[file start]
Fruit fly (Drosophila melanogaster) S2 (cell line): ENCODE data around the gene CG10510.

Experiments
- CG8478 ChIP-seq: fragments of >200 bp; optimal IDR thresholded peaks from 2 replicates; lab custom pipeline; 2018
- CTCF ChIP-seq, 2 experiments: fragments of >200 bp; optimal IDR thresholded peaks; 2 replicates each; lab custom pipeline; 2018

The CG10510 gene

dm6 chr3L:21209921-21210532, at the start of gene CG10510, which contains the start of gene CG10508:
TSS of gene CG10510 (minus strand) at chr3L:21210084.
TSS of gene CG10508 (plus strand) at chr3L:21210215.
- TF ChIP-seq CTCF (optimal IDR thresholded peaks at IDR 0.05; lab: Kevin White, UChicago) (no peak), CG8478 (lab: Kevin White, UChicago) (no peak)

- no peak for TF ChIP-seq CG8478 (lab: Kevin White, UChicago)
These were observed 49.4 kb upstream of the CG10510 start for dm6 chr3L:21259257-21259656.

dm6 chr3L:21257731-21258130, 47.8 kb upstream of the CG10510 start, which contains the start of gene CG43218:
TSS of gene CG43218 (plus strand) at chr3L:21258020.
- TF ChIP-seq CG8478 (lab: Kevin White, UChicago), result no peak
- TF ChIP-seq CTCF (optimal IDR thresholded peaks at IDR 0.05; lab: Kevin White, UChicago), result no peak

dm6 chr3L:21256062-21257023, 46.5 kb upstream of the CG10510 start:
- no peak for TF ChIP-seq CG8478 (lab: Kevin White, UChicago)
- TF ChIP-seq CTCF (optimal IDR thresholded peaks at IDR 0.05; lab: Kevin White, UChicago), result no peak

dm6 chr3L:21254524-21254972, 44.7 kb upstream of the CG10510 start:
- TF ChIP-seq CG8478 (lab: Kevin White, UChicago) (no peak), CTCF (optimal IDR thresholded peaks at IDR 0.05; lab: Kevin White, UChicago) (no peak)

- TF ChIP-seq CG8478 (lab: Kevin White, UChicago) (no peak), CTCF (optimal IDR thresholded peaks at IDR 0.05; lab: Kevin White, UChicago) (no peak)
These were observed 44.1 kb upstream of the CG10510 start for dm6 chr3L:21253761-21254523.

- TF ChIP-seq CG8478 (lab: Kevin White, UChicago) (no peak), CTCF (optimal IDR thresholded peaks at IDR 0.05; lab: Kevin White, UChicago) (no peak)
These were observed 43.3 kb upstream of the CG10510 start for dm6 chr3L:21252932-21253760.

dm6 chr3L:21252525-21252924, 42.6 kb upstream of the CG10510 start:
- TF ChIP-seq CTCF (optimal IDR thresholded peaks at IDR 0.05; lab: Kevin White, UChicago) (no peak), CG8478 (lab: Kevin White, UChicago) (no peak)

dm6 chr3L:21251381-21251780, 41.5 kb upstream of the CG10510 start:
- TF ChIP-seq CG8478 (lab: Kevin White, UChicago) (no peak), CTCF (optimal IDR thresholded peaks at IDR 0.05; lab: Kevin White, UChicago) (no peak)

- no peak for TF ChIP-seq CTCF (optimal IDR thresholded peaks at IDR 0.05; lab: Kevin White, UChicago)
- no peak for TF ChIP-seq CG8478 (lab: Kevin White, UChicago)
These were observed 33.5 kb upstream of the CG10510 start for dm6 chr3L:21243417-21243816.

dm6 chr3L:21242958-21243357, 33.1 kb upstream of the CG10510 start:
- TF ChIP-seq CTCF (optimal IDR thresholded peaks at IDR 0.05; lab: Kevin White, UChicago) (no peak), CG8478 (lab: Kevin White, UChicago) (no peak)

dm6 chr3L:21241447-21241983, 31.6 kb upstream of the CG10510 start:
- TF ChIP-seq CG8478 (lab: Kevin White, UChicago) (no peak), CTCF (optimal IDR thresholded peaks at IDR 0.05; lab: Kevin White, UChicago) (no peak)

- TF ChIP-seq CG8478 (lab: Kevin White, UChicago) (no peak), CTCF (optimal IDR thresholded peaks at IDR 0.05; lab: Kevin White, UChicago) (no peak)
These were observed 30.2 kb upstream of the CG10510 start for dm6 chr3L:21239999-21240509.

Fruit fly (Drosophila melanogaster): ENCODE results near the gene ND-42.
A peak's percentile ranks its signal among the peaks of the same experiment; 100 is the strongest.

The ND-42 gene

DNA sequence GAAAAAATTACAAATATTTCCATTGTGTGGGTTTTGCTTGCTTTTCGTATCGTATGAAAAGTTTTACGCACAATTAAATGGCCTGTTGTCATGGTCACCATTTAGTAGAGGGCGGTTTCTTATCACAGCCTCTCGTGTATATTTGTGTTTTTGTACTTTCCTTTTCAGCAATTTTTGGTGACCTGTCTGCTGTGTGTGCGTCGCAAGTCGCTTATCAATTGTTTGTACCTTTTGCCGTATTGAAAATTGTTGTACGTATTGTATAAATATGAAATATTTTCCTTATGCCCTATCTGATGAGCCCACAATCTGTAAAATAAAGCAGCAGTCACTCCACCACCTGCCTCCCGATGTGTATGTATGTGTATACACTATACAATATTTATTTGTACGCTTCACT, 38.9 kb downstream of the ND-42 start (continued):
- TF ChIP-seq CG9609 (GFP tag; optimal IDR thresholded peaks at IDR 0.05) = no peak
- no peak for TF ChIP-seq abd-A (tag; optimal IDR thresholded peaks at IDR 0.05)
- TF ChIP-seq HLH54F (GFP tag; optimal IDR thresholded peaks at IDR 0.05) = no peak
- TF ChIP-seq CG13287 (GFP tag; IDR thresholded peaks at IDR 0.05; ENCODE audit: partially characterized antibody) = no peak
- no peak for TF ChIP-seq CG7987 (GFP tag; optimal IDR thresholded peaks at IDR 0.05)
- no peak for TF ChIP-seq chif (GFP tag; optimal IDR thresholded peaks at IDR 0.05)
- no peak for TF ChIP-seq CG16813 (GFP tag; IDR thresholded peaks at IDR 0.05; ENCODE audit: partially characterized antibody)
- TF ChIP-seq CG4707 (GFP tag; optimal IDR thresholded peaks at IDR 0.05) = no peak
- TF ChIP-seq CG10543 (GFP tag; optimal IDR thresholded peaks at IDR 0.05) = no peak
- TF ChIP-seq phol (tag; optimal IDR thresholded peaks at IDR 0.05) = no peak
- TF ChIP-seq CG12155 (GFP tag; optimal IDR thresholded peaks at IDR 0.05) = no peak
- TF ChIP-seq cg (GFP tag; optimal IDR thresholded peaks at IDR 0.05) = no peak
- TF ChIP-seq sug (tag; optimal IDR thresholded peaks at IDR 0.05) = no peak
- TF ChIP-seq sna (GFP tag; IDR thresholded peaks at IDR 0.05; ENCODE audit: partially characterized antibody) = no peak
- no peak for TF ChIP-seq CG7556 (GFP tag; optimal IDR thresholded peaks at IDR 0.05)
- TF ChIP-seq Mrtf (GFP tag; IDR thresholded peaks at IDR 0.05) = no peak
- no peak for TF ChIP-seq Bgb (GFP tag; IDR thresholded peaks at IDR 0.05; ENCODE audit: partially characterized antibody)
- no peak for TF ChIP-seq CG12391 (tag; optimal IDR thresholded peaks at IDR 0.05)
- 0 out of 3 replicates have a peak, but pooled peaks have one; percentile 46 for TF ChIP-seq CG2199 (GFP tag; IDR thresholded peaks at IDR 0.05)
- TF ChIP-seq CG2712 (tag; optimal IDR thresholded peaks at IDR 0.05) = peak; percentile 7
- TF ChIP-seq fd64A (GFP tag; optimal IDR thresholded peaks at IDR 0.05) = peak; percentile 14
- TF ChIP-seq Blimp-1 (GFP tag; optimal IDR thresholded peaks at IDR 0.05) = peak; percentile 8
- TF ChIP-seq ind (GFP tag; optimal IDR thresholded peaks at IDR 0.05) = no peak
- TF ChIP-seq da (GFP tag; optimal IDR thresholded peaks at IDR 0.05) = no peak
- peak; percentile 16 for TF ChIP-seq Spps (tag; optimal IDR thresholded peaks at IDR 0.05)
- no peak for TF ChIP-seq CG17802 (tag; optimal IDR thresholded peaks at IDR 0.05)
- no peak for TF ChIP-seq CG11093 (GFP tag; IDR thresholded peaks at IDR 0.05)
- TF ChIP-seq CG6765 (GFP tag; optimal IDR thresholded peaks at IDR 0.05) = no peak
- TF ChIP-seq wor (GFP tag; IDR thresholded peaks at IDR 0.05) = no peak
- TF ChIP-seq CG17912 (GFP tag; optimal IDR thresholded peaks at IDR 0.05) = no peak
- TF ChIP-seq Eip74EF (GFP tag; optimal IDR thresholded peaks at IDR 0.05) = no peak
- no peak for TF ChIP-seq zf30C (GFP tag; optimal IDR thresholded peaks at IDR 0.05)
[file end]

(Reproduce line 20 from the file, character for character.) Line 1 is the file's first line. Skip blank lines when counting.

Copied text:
- TF ChIP-seq CG8478 (lab: Kevin White, UChicago) (no peak), CTCF (optimal IDR thresholded peaks at IDR 0.05; lab: Kevin White, UChicago) (no peak)